The final Beatles song recorded by all four members

The Beatles

The Beatles were ready to call it quits after their 1960s tenure. After going through the worst sessions they’d ever worked on while producing The White Album, their attempt to return to their roots with the Get Back project, subsequently turned into the album Let It Be, failed horribly. After both of those traumatic experiences, the band thought it was only right to send their fans on a positive note if this was the end of the road.

When it came time to make Abbey Road, producer George Martin remembers a lot of enthusiasm in the studio, telling Rolling Stone, “It was very happy.” I believe it was cheerful because everyone knew it might be the last.” As the rest of the Beatles began to venture outside of their comfort zone, they always returned to serve the song.

When John Lennon was working on the initial set of songs, he had the beginnings of a song called ‘I Want You (She’s So Heavy),’ which was an exercise in minimalism. Taking inspiration from Yoko Ono’s poetry, Lennon decided to express his sentiments in the shortest possible way, just stating 12 words throughout the song, not counting the shouts of passion.

Despite being one of the first songs written for Abbey Road, it would be one of the last tracks to include all four members. Lennon had already begun working on his solo material with Yoko Ono on tunes like ‘Give Peace a Chance‘ by the time the song’s production was completed.

Even in its ultimate version, ‘I Want You‘ exemplifies what each member of the band is capable of. Because this is John Lennon’s material, his blues-infused lead playing serves as the appropriate backdrop throughout the song, following his primary vocal line. Ringo Starr’s drumming generates a waterfall of noise in the headphones as the song transitions to the swirling outro theme, all while Paul McCartney lays down the wildest bass slides of his career.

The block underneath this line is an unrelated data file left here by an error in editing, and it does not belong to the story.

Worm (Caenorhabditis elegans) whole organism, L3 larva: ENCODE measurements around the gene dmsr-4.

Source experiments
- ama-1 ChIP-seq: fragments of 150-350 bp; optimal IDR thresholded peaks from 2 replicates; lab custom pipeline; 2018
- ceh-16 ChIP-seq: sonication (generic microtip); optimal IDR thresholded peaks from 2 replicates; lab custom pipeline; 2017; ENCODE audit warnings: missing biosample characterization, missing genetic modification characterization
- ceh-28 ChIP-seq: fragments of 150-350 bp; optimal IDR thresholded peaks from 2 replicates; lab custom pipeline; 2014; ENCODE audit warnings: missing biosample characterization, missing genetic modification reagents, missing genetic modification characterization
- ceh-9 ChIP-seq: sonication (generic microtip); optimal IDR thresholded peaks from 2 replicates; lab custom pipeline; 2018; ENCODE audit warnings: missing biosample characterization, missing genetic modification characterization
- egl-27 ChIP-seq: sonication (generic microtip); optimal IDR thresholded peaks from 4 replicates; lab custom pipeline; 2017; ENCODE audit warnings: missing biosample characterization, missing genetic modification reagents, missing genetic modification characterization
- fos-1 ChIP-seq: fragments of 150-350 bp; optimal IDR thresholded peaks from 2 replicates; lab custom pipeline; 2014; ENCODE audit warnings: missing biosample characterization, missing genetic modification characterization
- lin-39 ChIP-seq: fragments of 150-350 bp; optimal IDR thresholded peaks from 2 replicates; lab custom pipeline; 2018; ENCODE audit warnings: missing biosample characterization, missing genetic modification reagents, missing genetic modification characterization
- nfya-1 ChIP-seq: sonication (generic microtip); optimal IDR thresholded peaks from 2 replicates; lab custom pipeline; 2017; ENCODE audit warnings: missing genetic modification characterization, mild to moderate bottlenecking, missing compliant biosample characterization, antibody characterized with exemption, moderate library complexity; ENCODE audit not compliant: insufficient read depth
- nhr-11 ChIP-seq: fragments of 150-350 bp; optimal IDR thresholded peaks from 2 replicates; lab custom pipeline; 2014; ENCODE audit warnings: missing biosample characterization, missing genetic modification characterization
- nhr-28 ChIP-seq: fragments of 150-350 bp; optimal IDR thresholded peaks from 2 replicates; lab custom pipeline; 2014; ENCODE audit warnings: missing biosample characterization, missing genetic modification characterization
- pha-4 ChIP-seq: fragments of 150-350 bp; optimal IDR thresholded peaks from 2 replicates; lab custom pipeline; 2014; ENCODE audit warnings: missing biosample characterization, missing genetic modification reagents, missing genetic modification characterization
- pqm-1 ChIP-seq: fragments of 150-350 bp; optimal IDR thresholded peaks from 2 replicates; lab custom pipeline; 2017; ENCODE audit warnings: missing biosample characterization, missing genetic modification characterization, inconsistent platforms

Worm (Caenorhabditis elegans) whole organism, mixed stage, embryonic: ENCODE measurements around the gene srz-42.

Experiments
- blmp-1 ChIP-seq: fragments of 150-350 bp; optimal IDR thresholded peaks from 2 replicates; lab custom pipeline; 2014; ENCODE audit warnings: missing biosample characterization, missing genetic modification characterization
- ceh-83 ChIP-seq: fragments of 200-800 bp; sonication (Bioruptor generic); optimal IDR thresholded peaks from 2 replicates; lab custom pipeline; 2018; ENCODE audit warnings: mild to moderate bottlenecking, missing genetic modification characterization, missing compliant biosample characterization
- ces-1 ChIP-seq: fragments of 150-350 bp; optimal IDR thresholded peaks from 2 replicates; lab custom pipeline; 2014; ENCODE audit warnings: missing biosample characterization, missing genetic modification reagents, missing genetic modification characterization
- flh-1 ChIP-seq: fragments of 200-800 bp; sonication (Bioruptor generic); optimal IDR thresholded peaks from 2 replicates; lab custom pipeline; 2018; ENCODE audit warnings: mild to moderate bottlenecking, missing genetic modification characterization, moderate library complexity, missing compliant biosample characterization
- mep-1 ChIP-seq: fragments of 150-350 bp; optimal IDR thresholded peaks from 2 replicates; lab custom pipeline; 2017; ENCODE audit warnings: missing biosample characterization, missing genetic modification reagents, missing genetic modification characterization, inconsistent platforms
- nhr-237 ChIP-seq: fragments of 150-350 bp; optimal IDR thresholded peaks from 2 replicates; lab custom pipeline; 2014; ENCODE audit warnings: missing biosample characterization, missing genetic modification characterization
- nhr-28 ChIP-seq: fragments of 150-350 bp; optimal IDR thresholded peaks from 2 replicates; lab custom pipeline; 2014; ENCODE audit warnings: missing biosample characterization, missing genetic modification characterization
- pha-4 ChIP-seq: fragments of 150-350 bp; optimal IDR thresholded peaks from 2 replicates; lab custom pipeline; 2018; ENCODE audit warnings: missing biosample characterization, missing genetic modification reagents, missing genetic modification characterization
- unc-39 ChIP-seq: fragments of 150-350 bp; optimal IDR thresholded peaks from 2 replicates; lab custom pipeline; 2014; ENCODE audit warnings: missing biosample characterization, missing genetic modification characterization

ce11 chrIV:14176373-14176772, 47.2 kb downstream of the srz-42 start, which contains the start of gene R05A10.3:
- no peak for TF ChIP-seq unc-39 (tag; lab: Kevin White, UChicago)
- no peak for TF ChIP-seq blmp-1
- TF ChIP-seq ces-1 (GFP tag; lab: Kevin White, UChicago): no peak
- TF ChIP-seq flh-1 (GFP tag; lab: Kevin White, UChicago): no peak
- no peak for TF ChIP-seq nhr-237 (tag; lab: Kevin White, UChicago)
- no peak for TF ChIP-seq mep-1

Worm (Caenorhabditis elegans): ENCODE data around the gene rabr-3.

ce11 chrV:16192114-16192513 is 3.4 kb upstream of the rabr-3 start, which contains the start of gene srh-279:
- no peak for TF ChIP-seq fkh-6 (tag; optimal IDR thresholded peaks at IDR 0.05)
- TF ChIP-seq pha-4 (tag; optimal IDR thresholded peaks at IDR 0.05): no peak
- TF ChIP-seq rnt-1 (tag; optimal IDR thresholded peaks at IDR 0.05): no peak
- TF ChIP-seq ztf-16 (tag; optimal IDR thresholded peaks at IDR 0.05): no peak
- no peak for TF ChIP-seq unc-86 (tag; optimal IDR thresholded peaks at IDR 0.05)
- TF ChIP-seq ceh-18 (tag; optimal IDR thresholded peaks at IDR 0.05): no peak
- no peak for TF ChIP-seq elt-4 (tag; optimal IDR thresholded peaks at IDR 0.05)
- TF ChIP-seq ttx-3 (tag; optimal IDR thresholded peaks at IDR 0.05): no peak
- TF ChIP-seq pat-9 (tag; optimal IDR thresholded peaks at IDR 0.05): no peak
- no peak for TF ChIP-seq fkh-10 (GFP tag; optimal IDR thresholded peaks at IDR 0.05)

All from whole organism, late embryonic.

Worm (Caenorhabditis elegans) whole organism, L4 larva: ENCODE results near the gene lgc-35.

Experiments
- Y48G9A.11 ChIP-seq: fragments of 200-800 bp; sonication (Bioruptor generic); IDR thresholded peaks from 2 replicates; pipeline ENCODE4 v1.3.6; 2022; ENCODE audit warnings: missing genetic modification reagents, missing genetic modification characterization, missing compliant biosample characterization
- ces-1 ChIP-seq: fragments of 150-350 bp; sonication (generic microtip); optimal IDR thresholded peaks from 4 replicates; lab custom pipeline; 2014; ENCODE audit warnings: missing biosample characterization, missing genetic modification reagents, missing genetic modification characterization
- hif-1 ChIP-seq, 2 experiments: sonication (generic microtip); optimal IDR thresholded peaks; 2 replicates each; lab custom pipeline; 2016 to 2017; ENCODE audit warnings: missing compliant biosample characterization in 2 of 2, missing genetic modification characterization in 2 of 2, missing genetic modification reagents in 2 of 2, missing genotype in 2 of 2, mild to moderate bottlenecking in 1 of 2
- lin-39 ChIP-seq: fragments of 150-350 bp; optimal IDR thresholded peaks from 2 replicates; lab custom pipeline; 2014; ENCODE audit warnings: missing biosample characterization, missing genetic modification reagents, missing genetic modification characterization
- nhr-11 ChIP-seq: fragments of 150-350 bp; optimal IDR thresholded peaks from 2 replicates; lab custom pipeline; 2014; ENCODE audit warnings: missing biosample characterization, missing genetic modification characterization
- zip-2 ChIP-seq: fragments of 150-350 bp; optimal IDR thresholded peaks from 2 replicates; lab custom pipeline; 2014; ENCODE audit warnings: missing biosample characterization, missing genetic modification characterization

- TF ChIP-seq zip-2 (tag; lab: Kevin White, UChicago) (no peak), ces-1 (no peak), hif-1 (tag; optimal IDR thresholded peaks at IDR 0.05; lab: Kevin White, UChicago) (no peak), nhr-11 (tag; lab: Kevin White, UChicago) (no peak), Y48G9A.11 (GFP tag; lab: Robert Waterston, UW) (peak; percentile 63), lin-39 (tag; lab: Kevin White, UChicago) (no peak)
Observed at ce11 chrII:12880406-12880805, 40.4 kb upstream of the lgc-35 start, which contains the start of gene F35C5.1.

Regardless of John Lennon’s contribution to the song, George Harrison adds the frosting on the cake with his avant-garde taste. Harrison, who had been working with various Moog synthesizers for several years, was the one who recommended incorporating a wind machine into the mix, generating a veil of white noise. Given how hypnotic the final recording is, the white noise nearly seems to convey the sensation of the tape breaking.

Even though the song would appear at the end of side one of Abbey Road, Lennon would not take part in any subsequent The Beatles sessions. While touch-ups were needed to convert Let It Be into something salvageable, only McCartney, Harrison, and Starr stepped up at the studio to record bits and pieces of the song ‘I Me Mine’. Although the song was daring for its day, it’s difficult not to associate the abrupt pause at the end of ‘I Want You’ with the Fab Four’s demise.

Leave a Reply

You May Also Like